At Google I/O this week, the Android team revealed updates and changes aimed at making Android developers more productive.

The future of Kotlin
First, the team announced that they will be putting more of a focus on making Android development Kotlin-first. This means that new Jetpack APIs and features will be offered in Kotlin and there will be more investment in Kotlin tooling, docs, training, and events. Furthermore, they recommend that new projects be written in Kotlin.

New Jetpack libraries
The team also released six new alpha Jetpack libraries and five beta ones. Android Jetpack is an API that accelerates development and makes it easier to write Android apps.

Key new libraries include CameraX, Architecture Components, and Jetpack Compose. CameraX is a library to make camera development easier by providing a consistent experience across devices so that developers don’t have to maintain specific configurations for each device. Its new architecture components include a ViewModel with SavedState module, which will enable developers to eliminate boilerplate code. It also added coroutines to LiveData and Lifecycles to support common one-shot asynchronous operations. Jetpack Compose is a library that simplifies UI development by combining a reactive programming model with Kotlin, the team explained.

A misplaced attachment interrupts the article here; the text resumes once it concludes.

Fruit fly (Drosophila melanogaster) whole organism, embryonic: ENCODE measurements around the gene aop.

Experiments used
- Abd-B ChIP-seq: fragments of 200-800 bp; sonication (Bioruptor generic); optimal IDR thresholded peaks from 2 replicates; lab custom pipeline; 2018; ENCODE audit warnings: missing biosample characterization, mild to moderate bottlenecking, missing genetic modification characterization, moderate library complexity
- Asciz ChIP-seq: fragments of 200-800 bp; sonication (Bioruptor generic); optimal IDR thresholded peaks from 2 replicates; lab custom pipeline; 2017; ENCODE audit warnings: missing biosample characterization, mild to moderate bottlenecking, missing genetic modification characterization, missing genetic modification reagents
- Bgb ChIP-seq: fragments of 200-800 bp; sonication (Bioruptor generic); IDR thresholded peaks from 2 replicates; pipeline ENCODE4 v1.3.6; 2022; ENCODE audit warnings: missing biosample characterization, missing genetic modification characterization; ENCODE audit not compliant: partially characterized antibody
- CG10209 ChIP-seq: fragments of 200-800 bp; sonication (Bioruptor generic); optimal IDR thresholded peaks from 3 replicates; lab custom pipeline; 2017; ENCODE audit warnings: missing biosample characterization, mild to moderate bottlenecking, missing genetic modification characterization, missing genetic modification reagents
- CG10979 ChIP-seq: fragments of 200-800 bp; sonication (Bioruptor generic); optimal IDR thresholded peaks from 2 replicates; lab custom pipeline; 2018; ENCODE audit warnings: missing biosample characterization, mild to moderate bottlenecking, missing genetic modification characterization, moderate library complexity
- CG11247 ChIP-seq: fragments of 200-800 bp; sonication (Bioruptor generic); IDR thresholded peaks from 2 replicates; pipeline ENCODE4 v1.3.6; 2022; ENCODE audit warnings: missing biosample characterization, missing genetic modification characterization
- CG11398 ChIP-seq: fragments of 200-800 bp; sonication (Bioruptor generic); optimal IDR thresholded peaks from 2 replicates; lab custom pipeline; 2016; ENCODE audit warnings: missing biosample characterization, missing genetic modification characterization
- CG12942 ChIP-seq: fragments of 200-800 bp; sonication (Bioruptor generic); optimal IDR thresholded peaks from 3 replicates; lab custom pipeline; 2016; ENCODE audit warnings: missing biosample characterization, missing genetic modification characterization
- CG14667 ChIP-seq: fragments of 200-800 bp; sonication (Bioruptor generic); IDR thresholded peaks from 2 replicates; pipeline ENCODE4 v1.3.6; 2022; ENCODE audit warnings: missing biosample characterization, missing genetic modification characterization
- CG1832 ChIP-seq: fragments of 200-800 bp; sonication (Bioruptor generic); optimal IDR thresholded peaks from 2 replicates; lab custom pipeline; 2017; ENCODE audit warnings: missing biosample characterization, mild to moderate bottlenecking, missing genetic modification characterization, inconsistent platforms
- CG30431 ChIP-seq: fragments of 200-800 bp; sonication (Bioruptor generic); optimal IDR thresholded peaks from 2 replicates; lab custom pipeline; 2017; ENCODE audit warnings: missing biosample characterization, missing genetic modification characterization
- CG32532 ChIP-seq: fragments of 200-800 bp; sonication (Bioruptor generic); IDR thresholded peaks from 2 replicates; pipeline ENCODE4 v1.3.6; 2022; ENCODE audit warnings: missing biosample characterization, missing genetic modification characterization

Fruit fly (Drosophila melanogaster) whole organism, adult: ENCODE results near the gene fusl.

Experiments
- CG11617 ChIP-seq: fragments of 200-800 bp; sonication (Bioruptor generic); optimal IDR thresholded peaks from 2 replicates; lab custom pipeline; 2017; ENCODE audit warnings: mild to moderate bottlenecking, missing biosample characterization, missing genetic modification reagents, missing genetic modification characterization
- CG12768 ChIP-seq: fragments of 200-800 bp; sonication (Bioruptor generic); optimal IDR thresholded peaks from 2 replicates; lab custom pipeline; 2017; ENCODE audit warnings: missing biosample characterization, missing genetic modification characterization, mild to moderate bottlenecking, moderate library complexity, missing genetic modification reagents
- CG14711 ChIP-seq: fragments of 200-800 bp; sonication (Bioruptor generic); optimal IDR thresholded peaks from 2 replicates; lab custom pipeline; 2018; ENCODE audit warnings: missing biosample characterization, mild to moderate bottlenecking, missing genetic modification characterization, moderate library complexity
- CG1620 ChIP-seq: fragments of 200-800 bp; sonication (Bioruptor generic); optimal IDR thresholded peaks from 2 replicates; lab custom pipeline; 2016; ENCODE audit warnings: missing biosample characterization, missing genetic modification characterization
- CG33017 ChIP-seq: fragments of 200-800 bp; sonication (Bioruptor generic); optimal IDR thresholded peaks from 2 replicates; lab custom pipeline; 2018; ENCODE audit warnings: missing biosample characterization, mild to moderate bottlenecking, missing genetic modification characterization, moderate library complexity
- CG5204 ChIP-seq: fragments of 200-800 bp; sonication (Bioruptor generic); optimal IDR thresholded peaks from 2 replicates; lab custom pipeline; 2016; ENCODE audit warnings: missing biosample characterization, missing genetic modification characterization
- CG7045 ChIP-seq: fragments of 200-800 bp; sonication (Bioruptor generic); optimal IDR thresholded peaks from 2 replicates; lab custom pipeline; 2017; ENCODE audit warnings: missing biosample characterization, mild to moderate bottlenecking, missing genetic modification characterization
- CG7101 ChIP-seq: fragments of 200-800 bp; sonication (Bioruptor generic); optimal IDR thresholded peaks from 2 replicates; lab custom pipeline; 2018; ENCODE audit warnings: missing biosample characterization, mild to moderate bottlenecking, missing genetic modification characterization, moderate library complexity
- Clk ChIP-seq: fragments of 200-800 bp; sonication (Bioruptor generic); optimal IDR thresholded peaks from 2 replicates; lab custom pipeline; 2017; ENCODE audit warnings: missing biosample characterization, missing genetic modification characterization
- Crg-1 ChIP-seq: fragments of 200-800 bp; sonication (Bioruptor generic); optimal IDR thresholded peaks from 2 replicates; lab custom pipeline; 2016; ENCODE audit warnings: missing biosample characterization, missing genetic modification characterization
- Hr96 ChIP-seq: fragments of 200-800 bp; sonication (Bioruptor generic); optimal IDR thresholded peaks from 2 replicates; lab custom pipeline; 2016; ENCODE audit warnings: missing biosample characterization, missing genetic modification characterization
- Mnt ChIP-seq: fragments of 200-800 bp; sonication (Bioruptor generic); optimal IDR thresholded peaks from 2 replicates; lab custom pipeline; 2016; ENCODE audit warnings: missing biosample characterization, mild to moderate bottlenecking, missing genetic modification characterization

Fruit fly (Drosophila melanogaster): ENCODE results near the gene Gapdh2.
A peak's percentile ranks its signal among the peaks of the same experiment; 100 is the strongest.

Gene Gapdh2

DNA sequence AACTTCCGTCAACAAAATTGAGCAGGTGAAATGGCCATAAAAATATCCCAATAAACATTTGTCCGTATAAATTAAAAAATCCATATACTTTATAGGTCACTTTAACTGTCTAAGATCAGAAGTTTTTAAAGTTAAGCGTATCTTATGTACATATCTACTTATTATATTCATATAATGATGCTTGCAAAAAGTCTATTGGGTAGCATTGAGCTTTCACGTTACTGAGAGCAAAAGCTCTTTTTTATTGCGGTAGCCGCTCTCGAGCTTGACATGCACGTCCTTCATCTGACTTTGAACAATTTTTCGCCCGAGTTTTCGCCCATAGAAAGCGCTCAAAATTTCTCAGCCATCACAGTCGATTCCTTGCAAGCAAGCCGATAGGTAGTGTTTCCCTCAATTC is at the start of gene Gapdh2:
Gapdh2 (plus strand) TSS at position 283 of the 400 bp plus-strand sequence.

Android Studio 3.5 beta
The team also released a beta of Android Studio 3.5. According to Google, Android Studio 3.5 includes better IDE memory management, lower typing latency, lint improvements, CPU usage optimizations, layout editor improvements, emulator improvements, and build changes.

It also will include a rewritten version of Instant Run, which is now called Apply Changes. Apply Changes accelerates developers’ ability to see code changes on a device.

Android App Bundle updates
Android App Bundle, which was introduced last year, is getting a number of new updates to help developers reduce app size and deliver apps faster. Dynamic feature modules, now a stable feature, allow developers to reduce app size by choosing what parts of an app to deliver, based on things like device features or country.

It is also moving in-app updates to stable, which will enable developers to dynamically update apps.